What would you do for a Hubig’s Pie


I can feel the texture of the flaky sugary crusted pie crust break off onto my tongue, then that delicious sweet filling gushing onto it, ooooh the textures and flavors, my palate is going off sending signals of delicious delight to my brain and I have no where to go buy a damn Hubig Pie!!!

I’m on the verge of eating my screen looking at these pictures! Why hasn’t some genius invented the Jetson cartoon like technology, because how is that a picture of this pie looks so real. I should be able to touch and taste it for how much I paid for the damn phone. The nerve of y’all, it’s like 2017, I should not only be able to eat my phone, but have it cook me dinner as well…Catch up and while you’re at that help them out with opening the Hubig’s Pie Bakery.. Like OMG!

I need a Hubig Pie, one lil corner piece will do. I’ll even eat the kind I don’t like!

An Apple or Pineapple Hubig’s Pie would be one of the best gifts I could get right now.

I know y’all NOLA Natives under stand my craving, my desires, my pain just for a lil corner piece of a Hubig’s Pie…..

Why are y’all taking so long to open up a building? It’s not like the title didn’t come with the recipe? I really hope the old owners aren’t being greedy and not giving up the recipe?? I’m pretty sure it was sold for millions of dollars.. These wealthy businessmen better not be sacrificing the history and taste of New Orleans cuisine over a few dollars…? I believe that’s the only plausible reason to not have a business open, it’s not like they will have trouble finding workers….
I’ll work part-time for the with the company for some pies…. What would you do for Hubig’s Pie?

Please bring back the pies….

Y’all feel free to read the article below written on Nola.com and Wikipedia, neither one mentions or have any knowledge as to when Hubig’s Pie will reopen. I thought it was best to share the history with those who can’t under stand why it’s hard for me to write about Hubig’s Pies myself, because all you will get from me is, ” I want a Hubig’s Pie!”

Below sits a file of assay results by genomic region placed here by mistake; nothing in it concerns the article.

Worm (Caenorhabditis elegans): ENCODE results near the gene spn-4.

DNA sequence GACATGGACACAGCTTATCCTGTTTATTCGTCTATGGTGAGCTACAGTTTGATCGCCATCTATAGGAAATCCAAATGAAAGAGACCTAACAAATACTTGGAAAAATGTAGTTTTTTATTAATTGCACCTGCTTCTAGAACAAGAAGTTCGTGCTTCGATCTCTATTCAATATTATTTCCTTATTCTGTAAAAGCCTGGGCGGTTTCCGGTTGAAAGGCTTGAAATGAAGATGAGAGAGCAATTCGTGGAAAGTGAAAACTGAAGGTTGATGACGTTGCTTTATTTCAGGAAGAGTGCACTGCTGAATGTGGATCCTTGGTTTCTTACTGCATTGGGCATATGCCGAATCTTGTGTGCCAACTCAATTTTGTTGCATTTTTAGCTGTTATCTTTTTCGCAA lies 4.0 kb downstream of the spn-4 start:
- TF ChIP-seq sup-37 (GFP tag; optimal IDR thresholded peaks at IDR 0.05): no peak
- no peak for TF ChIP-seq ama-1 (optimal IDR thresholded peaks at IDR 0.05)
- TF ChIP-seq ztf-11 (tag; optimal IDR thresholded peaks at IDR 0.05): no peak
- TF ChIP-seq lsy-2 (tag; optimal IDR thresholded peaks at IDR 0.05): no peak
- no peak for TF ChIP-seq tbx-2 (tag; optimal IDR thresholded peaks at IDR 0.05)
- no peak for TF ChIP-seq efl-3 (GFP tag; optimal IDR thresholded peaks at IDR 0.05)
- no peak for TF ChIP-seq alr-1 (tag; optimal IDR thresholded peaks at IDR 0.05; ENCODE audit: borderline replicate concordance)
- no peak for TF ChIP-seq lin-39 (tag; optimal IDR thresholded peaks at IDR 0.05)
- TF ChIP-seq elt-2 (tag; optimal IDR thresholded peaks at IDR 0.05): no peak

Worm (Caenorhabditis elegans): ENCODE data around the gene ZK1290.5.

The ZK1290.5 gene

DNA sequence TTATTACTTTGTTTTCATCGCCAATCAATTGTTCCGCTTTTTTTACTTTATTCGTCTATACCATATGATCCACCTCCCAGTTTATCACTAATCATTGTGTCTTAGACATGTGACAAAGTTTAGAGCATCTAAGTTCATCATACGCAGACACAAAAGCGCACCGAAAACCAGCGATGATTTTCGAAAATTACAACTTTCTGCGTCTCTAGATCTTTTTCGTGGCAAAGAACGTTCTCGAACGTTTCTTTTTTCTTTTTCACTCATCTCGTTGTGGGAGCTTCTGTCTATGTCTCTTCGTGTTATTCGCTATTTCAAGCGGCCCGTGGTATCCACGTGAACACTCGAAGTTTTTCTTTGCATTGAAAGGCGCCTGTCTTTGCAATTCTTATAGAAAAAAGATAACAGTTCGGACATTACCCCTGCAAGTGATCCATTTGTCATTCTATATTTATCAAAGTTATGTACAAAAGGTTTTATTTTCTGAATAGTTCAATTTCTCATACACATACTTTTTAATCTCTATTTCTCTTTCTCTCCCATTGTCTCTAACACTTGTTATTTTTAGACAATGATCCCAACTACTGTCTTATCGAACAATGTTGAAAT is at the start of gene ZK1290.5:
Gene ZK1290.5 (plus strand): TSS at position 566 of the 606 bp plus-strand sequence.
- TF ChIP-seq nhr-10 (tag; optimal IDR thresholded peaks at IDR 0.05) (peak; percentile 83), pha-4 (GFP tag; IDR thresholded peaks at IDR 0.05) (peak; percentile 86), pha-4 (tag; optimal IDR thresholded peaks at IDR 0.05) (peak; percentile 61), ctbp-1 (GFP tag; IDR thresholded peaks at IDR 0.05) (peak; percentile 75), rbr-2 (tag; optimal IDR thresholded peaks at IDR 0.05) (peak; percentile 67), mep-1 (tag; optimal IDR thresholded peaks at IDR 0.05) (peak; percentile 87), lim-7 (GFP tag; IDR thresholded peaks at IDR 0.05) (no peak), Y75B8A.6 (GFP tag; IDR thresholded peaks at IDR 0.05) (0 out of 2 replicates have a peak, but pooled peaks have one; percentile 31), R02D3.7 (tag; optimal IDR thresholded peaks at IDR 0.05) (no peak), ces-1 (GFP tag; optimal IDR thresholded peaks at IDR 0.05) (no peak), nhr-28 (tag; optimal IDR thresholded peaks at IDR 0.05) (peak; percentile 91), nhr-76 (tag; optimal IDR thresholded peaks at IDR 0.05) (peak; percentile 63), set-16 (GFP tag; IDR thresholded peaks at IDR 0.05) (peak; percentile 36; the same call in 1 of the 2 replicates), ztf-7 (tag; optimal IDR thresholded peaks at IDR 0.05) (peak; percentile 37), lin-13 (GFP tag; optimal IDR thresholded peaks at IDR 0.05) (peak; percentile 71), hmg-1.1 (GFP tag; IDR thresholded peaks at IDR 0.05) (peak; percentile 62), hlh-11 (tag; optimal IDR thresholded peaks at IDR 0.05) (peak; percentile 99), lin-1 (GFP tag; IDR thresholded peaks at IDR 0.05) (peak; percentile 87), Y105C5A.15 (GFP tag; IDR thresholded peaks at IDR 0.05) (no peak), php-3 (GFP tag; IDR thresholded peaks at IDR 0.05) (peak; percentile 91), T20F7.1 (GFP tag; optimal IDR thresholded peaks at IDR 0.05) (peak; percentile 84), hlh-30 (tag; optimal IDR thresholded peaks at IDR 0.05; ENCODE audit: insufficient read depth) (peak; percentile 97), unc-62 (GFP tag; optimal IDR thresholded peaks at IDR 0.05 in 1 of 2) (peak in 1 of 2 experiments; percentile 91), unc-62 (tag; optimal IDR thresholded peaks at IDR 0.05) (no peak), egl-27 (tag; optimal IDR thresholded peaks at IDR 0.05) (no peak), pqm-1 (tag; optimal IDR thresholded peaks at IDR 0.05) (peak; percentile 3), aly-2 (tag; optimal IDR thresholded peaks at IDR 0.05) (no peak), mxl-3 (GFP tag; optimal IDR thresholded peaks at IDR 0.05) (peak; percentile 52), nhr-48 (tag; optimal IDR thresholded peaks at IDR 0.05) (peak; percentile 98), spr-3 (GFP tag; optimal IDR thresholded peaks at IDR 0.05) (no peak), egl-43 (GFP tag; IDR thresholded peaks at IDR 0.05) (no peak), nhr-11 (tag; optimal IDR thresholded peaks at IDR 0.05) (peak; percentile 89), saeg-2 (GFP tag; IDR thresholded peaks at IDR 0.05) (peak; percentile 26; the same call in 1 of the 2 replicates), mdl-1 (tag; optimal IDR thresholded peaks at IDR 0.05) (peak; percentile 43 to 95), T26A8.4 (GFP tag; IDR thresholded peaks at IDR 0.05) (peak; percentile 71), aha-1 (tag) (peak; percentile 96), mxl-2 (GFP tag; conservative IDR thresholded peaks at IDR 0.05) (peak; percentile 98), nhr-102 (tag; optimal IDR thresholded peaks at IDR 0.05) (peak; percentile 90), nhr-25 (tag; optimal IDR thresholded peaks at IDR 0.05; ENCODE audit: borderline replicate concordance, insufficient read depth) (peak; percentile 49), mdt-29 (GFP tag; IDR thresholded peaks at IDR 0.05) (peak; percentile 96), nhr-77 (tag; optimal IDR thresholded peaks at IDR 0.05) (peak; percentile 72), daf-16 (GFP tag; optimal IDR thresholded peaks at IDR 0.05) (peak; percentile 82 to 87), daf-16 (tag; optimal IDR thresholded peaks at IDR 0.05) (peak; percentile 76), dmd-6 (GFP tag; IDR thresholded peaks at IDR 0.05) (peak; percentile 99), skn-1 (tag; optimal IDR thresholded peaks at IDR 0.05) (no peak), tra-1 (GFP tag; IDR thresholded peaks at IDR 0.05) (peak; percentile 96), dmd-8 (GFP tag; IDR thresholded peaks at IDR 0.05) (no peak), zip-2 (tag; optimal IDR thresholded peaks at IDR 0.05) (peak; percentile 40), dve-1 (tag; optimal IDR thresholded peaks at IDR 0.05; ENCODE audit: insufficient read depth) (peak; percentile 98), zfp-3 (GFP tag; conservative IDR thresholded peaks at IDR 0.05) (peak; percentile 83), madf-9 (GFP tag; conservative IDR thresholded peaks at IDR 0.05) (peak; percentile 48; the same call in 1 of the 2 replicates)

A native of New Orleans, who left her beloved New Orleans to spend twenty years of living in the land of Minnesota Not So Nice. Minnesota was full of opportunities but would learn that the soul of the state and the people who made it was just as icy cold as the temperatures. After the years and my 40th birthday flew by, I decided it was time to pack up my youngest child and come back to my roots, my birthplace the city that not only birthed me but gave me life. I would not be who I am without my New Orleans beginnings. I am all things that would challenge the belief of growing up in New Orleans. I was a 16yr old teen mother of a premature baby born with a severe medical disability. And only With the help of my mother, was it possible for me to BE! I was able to endure and survive the obstacles laid before my child and me. In a city that was built by my family, but did not allow for us to reap the benefits I overcame. Charity Hospital was my second home — a building filled with miracle workers who made it possible for my daughter to have life. I have lived a life of rainy days with peeks of sunshine, that are my children, including those not of my womb. I'm the proud mother of three and a grandmother of three. My dream was to live the life of the nursery rhyme of ”The Old Lady Who lived in a shoe,” and for the most part, I did. I cared for several children over the years as a special needs foster parent. I would learn that my love was not enough for some children, but I loved them through their pain. I'm not sure if I ever had a case of true love or came close to what love looks like on television, but I had my share of men and the mirage of love. I survived two abusive marriages. Though I longed to return to New Orleans on a daily bases, I must admit my move was one of the best decisions made for me. I am a college graduate; I was a successful entrepreneur. I coowned a soul food restaurant and catering company in Minnesota for 12 years. I developed the talent of creating custom cakes after the murder of my beloved cousin Melvin Paul. He survived Katrina only to go to Minneapolis six months later to be murdered over a parking spot dispute. But with the challenge of creating a simple wedding cake, I was able to find healing. I created the House of Cakes in honor of him. Minnesota life had me pretty materialistic. I worked to the point I do not remember much, but work and handing my children love money. I thought by having the big house on the hill, a husband, having a family, the ultimate provider and being involved in all things that matter, plus having the funds to match would cure me of what I was told was a generational curse of lack of everything from money, love to even self-love. But for the most part, that life poisoned my heart and soul. I was blinded by visions fed to me by the media. I was told I wasn't anything unless I was better than the Jones's. I lived being ok with a broken, bleeding heart. Life like this did not exist in my family while living in New Orleans from what I viewed with my eyes and soul. We may not have had all the things I acquired over the years, but we were happy, we were together. Family outside of New Orleans wasn't family anymore. We lived separate lives and had awkward moments when we bumped into each other in public. I hated living in Minnesota even though life their helped me in so many ways. I felt deep down the only way to repair it was to get back to my roots, my soul, my home, myself, my New Orleans. I'm here, and I love it. Even being in the so-called Blighted Area of New Orleans and not having all the financial and material security, I'm happy. I am determined that She, yes, New Orleans is a woman is just like me; together, we will overcome and will rise from all that tried to kill our spirit. Nothing like starting from the bottom and making your way back up!. I just know in my heart that New Orleans will provide for me. There's a bank account with funds in it owed to me by way of back pay for my ancestors. And I will receive my inheritance, and I will continue the traditions and customs of the old to keep the heartbeat of New Orleans beating. I'm down in the boot, living the life that feels right to me awaiting my destiny...